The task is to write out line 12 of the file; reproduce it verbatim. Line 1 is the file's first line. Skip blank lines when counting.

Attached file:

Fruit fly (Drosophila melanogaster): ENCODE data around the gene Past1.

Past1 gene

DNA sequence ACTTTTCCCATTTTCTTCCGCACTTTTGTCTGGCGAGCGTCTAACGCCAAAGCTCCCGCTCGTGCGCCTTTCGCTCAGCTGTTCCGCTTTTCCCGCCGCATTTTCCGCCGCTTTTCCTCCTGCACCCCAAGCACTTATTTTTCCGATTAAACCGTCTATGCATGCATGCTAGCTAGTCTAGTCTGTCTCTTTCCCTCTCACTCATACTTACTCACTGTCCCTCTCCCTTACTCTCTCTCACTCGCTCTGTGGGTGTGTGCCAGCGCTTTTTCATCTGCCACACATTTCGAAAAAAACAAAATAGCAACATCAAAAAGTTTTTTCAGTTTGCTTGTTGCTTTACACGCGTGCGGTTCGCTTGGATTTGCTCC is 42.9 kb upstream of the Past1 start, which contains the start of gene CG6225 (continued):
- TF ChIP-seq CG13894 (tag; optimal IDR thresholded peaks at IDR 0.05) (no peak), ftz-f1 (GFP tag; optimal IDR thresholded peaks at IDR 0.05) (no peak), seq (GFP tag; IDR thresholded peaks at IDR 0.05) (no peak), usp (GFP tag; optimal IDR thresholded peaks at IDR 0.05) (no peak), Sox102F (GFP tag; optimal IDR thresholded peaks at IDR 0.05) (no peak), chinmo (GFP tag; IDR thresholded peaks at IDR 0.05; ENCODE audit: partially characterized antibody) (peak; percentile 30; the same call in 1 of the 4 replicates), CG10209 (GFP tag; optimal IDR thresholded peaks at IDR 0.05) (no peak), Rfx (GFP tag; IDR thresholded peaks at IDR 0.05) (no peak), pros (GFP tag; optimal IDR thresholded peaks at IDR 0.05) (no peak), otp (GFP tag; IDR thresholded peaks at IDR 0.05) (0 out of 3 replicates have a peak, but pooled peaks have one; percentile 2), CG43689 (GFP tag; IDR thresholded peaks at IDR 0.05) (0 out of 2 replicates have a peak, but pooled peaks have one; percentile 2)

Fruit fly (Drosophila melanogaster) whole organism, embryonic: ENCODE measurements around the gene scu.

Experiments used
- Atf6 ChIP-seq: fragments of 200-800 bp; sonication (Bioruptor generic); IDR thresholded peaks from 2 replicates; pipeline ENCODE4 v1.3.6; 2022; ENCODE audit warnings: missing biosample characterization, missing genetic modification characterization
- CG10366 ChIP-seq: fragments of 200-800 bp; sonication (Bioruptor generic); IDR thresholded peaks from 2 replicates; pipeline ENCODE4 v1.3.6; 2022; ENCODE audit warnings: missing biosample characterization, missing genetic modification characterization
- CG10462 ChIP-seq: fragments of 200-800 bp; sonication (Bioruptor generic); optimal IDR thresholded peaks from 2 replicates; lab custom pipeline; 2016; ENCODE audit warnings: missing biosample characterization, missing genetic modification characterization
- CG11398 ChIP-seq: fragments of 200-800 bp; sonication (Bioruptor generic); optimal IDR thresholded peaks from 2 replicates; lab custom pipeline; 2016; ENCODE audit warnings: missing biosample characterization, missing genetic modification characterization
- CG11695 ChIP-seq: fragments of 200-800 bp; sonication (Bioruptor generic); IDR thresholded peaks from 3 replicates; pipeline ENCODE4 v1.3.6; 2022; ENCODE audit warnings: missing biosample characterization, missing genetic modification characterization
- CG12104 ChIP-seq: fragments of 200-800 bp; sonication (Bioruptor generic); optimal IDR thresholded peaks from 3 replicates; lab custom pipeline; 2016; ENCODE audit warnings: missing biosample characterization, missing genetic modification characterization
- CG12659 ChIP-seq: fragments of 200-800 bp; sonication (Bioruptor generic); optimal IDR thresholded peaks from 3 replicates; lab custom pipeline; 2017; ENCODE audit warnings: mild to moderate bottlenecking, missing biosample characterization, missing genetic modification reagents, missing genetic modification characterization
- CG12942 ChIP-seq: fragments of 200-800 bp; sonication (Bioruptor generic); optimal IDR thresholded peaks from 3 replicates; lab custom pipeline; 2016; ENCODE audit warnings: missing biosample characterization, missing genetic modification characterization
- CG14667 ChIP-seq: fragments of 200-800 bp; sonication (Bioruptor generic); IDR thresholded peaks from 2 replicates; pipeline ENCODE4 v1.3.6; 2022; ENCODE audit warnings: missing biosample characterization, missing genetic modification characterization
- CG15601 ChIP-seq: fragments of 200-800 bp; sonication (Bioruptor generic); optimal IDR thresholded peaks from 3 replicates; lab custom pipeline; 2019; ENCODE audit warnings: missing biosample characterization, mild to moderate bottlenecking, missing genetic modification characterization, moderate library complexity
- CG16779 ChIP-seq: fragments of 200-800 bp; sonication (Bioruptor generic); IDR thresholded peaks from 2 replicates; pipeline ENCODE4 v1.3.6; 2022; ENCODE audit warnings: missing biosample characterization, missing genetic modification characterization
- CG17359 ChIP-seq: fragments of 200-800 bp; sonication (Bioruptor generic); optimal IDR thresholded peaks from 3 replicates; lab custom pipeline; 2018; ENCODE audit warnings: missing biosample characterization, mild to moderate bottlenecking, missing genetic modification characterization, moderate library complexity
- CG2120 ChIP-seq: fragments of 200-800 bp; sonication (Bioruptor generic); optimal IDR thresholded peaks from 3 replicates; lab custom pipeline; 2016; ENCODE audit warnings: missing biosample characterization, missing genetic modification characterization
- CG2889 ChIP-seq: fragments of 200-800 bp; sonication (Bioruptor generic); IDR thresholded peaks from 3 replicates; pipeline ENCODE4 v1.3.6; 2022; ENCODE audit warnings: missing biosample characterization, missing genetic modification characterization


- CG12104 ChIP-seq: fragments of 200-800 bp; sonication (Bioruptor generic); optimal IDR thresholded peaks from 3 replicates; lab custom pipeline; 2016; ENCODE audit warnings: missing biosample characterization, missing genetic modification characterization